Neurofibromatosis Type 2
NF2 is caused by a faulty gene. The gene normally makes proteins that help control growth in the nerves. A faulty gene is not able to make these proteins and tumors develop.
In most people, the faulty gene is passed down from a parent. The gene change can also happen in a person who does not have other family members with NF2.
The problems a person has depends on the size of the tumor and where it is. Smaller ones may not cause symptoms.
Problems may be:
- Hearing loss
- Ringing in the ears (tinnitus)
- Poor balance
- Pain or numbness in the face
- Problems seeing, such as double or blurry eyesight
- Weakness or tingling in the arms or legs
- Bumps under the skin or small flesh colored skin flaps
- Dark, rough, hairy patches over raised skin
The doctor will ask about your medical and health history. You will also be asked about your family medical history. A physical exam will be done. It may take a few years before NF2 is diagnosed.
These tests may be done:
- Blood tests to look for signs of the faulty gene
- An MRI scan to take images to look for tumors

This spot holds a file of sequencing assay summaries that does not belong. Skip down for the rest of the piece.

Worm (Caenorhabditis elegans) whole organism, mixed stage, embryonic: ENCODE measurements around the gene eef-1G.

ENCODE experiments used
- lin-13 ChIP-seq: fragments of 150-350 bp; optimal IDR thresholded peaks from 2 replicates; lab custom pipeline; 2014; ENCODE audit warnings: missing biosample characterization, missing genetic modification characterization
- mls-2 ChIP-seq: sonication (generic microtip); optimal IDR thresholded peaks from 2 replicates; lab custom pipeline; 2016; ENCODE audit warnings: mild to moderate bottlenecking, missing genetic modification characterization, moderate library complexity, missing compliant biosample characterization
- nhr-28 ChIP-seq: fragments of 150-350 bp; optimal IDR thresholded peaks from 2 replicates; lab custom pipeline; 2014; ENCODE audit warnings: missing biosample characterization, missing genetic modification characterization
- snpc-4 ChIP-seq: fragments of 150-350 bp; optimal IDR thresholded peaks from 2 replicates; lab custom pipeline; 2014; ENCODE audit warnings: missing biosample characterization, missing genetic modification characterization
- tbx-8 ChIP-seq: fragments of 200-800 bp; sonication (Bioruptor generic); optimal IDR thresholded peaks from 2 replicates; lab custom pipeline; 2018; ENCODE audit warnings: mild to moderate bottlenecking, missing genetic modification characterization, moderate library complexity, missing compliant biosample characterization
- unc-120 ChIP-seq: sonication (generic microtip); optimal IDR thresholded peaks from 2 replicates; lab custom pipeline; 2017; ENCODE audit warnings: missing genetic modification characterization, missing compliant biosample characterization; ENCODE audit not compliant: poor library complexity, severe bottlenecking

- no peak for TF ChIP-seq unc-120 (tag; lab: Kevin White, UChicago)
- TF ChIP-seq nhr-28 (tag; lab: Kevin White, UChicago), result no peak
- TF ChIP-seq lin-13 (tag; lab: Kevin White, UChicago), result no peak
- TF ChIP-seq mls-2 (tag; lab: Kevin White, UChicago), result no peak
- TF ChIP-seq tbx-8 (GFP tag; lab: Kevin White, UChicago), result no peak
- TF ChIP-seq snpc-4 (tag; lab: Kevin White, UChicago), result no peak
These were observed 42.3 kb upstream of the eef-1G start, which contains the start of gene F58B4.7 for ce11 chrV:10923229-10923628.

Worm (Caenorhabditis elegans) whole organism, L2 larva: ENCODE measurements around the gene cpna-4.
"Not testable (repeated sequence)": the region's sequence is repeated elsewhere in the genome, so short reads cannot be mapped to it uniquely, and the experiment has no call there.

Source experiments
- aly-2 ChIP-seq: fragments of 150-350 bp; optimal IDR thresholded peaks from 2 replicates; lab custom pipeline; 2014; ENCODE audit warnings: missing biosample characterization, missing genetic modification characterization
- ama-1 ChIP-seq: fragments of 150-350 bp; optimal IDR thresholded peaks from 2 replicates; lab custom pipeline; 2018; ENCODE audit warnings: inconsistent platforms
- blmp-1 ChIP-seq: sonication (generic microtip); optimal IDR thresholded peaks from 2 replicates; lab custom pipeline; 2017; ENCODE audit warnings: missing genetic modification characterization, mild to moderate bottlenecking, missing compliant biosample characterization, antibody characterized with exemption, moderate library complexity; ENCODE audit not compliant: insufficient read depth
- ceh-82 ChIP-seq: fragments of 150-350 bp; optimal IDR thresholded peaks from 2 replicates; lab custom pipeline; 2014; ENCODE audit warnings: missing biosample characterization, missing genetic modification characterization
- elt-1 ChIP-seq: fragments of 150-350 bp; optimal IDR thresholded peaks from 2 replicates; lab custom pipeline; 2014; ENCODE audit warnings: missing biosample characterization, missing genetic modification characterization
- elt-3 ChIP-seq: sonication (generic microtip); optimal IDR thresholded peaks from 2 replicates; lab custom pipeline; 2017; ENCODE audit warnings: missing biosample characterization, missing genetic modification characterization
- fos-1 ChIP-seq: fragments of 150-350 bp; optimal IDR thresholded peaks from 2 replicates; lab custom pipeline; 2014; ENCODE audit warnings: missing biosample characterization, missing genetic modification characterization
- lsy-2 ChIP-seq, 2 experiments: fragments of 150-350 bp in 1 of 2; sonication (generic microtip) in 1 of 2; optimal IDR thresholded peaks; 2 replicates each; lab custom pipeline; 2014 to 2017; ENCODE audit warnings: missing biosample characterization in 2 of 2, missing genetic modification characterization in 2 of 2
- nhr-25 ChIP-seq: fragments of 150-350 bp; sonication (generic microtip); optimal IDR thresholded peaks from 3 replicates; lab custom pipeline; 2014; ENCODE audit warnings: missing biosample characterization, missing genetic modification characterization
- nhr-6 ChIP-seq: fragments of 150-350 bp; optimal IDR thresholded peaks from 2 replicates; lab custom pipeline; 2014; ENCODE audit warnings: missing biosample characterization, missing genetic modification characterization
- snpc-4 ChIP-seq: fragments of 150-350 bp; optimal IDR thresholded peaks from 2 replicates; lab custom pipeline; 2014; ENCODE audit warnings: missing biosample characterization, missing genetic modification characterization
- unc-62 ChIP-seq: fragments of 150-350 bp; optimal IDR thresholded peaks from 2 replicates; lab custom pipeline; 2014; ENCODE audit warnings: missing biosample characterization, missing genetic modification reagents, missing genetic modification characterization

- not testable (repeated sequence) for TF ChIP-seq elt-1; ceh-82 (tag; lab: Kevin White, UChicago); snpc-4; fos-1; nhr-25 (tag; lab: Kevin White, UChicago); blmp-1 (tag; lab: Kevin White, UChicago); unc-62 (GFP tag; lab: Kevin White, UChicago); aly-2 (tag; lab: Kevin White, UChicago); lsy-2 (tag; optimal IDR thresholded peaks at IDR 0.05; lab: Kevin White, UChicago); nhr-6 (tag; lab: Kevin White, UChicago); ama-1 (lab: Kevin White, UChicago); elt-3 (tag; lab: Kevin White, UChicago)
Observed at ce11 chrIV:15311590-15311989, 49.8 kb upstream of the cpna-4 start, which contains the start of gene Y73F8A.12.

- Electrodiagnostic testing to test the electrical activity of the muscles and nerves
- A brainstem auditory evoked response (BAER) test to measure brainwave activity
There is no cure. People who do not have symptoms may not need to be treated. The tumors are rarely cancerous and grow slowly. A specialist will watch for any changes.
People who do have symptoms may need:
- Radiation and medicines to shrink tumors
- Surgery to remove tumors or repair related problems, such as hearing loss or cataracts
This content is reviewed regularly and is updated when new and relevant evidence is made available. This information is neither intended nor implied to be a substitute for professional medical advice. Always seek the advice of your physician or other qualified health provider prior to starting any new treatment or with questions regarding a medical condition.
Edits to original content made by Denver Health.
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